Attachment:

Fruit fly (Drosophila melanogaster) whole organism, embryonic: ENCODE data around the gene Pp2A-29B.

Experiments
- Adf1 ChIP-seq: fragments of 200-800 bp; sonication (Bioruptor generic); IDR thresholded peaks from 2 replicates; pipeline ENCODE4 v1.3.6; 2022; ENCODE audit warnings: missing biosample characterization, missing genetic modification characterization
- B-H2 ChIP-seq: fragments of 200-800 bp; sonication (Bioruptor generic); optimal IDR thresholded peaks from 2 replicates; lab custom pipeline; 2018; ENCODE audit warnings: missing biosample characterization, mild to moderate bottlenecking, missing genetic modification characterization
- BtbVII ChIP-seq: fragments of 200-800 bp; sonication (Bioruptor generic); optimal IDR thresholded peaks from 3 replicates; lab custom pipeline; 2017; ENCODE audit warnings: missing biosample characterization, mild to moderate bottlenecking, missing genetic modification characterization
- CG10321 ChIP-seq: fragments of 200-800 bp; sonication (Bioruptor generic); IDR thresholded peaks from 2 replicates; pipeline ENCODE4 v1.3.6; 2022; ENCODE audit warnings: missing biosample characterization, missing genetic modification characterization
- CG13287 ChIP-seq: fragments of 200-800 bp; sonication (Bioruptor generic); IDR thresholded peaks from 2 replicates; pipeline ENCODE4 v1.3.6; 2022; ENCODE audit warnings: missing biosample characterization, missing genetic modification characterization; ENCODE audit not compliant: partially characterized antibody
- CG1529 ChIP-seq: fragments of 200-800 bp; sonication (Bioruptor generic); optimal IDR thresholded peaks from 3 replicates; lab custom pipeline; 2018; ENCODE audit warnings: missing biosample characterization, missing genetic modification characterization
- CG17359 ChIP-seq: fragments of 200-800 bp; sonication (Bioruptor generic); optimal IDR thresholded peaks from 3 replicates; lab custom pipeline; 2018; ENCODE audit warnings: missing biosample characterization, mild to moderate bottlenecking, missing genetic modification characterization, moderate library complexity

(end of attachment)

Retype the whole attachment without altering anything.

Fruit fly (Drosophila melanogaster) whole organism, embryonic: ENCODE data around the gene Pp2A-29B.

Experiments
- Adf1 ChIP-seq: fragments of 200-800 bp; sonication (Bioruptor generic); IDR thresholded peaks from 2 replicates; pipeline ENCODE4 v1.3.6; 2022; ENCODE audit warnings: missing biosample characterization, missing genetic modification characterization
- B-H2 ChIP-seq: fragments of 200-800 bp; sonication (Bioruptor generic); optimal IDR thresholded peaks from 2 replicates; lab custom pipeline; 2018; ENCODE audit warnings: missing biosample characterization, mild to moderate bottlenecking, missing genetic modification characterization
- BtbVII ChIP-seq: fragments of 200-800 bp; sonication (Bioruptor generic); optimal IDR thresholded peaks from 3 replicates; lab custom pipeline; 2017; ENCODE audit warnings: missing biosample characterization, mild to moderate bottlenecking, missing genetic modification characterization
- CG10321 ChIP-seq: fragments of 200-800 bp; sonication (Bioruptor generic); IDR thresholded peaks from 2 replicates; pipeline ENCODE4 v1.3.6; 2022; ENCODE audit warnings: missing biosample characterization, missing genetic modification characterization
- CG13287 ChIP-seq: fragments of 200-800 bp; sonication (Bioruptor generic); IDR thresholded peaks from 2 replicates; pipeline ENCODE4 v1.3.6; 2022; ENCODE audit warnings: missing biosample characterization, missing genetic modification characterization; ENCODE audit not compliant: partially characterized antibody
- CG1529 ChIP-seq: fragments of 200-800 bp; sonication (Bioruptor generic); optimal IDR thresholded peaks from 3 replicates; lab custom pipeline; 2018; ENCODE audit warnings: missing biosample characterization, missing genetic modification characterization
- CG17359 ChIP-seq: fragments of 200-800 bp; sonication (Bioruptor generic); optimal IDR thresholded peaks from 3 replicates; lab custom pipeline; 2018; ENCODE audit warnings: missing biosample characterization, mild to moderate bottlenecking, missing genetic modification characterization, moderate library complexity